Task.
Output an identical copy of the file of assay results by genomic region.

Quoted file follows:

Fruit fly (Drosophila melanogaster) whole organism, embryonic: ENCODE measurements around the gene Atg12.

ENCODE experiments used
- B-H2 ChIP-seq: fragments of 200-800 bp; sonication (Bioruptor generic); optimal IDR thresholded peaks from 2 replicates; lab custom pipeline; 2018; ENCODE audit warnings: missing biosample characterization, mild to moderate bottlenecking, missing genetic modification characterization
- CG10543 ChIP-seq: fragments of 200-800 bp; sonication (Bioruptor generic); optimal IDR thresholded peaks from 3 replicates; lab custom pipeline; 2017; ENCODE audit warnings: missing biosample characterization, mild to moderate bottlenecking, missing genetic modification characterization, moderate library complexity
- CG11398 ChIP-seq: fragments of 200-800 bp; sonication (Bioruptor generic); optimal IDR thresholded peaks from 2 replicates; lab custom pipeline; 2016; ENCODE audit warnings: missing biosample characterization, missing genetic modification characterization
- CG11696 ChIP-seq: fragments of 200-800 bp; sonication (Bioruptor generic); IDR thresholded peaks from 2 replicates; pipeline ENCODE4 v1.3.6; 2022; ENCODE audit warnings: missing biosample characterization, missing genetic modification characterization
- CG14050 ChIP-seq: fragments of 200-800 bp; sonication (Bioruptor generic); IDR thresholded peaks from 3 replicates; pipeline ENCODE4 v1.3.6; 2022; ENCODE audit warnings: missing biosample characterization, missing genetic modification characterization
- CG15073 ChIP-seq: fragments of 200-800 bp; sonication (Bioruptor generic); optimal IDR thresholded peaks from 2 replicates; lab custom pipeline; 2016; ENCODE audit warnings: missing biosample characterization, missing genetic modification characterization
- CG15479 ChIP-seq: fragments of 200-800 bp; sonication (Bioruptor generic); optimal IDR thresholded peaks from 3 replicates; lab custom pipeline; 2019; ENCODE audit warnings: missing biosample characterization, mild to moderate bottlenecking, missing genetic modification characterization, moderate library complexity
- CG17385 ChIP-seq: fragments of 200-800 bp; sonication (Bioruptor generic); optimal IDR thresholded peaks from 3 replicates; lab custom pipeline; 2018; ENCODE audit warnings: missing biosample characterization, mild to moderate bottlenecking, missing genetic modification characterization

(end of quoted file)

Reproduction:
Fruit fly (Drosophila melanogaster) whole organism, embryonic: ENCODE measurements around the gene Atg12.

ENCODE experiments used
- B-H2 ChIP-seq: fragments of 200-800 bp; sonication (Bioruptor generic); optimal IDR thresholded peaks from 2 replicates; lab custom pipeline; 2018; ENCODE audit warnings: missing biosample characterization, mild to moderate bottlenecking, missing genetic modification characterization
- CG10543 ChIP-seq: fragments of 200-800 bp; sonication (Bioruptor generic); optimal IDR thresholded peaks from 3 replicates; lab custom pipeline; 2017; ENCODE audit warnings: missing biosample characterization, mild to moderate bottlenecking, missing genetic modification characterization, moderate library complexity
- CG11398 ChIP-seq: fragments of 200-800 bp; sonication (Bioruptor generic); optimal IDR thresholded peaks from 2 replicates; lab custom pipeline; 2016; ENCODE audit warnings: missing biosample characterization, missing genetic modification characterization
- CG11696 ChIP-seq: fragments of 200-800 bp; sonication (Bioruptor generic); IDR thresholded peaks from 2 replicates; pipeline ENCODE4 v1.3.6; 2022; ENCODE audit warnings: missing biosample characterization, missing genetic modification characterization
- CG14050 ChIP-seq: fragments of 200-800 bp; sonication (Bioruptor generic); IDR thresholded peaks from 3 replicates; pipeline ENCODE4 v1.3.6; 2022; ENCODE audit warnings: missing biosample characterization, missing genetic modification characterization
- CG15073 ChIP-seq: fragments of 200-800 bp; sonication (Bioruptor generic); optimal IDR thresholded peaks from 2 replicates; lab custom pipeline; 2016; ENCODE audit warnings: missing biosample characterization, missing genetic modification characterization
- CG15479 ChIP-seq: fragments of 200-800 bp; sonication (Bioruptor generic); optimal IDR thresholded peaks from 3 replicates; lab custom pipeline; 2019; ENCODE audit warnings: missing biosample characterization, mild to moderate bottlenecking, missing genetic modification characterization, moderate library complexity
- CG17385 ChIP-seq: fragments of 200-800 bp; sonication (Bioruptor generic); optimal IDR thresholded peaks from 3 replicates; lab custom pipeline; 2018; ENCODE audit warnings: missing biosample characterization, mild to moderate bottlenecking, missing genetic modification characterization